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After they remove her windpipe all they have is three hours. Three hours to gently dissemble her and transfer her organs to other bodies. They have to remove my wife’s windpipe first, they’ve told me, to get proper access.
Soon we’ll have to leave the room where she’s being kept alive, the boy and I, to let them get on with the process — as agreed. There’ll be a flurry: phone calls, immediate journeys made by candidates for her body parts. They’re in prime condition — apart from that poor, imploded heart of course.
The boy’s fist rests inside my palm like a conker — small and smooth. Except when he wriggles his fingers and I feel the sharp edge of his nails.
Sometimes a heart just stops. Full stop. Like a tired child who sits down in the road and refuses to walk any further, despite the rain and the cold and all the other good reasons to keep on walking.
I look at her. She’s laid out in neat pre-goodbye pose amidst white noise from the machines that keeps her ribcage rising and falling.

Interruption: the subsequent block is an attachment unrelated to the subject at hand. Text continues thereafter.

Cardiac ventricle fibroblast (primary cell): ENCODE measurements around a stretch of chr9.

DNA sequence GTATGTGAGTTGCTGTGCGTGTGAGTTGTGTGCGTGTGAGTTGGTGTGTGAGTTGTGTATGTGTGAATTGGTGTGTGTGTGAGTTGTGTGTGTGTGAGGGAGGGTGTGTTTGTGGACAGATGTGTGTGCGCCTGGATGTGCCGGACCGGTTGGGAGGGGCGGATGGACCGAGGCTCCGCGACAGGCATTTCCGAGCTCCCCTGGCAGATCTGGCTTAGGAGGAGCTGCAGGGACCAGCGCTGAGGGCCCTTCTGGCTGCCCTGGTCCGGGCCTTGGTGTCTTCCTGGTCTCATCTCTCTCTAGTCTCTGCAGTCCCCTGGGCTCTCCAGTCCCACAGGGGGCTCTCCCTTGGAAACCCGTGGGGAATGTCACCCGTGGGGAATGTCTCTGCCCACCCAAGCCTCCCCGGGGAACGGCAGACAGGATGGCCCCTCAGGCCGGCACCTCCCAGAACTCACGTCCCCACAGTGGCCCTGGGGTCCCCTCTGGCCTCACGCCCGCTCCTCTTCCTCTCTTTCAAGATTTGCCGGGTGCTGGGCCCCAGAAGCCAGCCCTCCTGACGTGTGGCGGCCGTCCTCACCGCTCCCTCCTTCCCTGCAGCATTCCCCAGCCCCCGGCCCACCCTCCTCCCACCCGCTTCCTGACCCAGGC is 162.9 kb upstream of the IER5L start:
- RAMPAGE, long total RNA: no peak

She used curl up close to me in the early hours of the morning, unable to shut out the sounds, the creaks and turns of her internal machinery. The beating of her heart like a hand closing and opening, closing and opening.
“It shouldn’t be exposed like this,” she’d whisper. “We’re supposed to be ignorant. It works best that way.”
They’ve left us sheets of paper, a wooden board and a cup of paint, in case we want to take a handprint. I sit on the bed edge; board with paint-covered paper on my knees, the boy watching. When I lift her limp hand I briefly expect a bounce of tendons, a playful tug of fingers.
There’s too much paint on the sheet. It spills on to my trousers when I slide her hand in and the print that emerges is blotched and uneven. The boy leans across and slaps his hands down on it. When he removes them the tracery of his fingers and palm stands out like a skeleton leaf.
“Time to leave or she won’t last.” I lift him up and give him the paper.
Walking along the corridor, I try to think of time as building blocks; room-within-rooms, reversible units. We never leave the way we entered.
The main door to the hospital closes behind us with a soft intake of air.
As we walk towards the car-park, a memory…
A windy day. Her hair spilling out of her hood; cliffs thrusting long stone-knuckles out to sea.
Anniken is Norwegian born and now lives and writes in Edinburgh.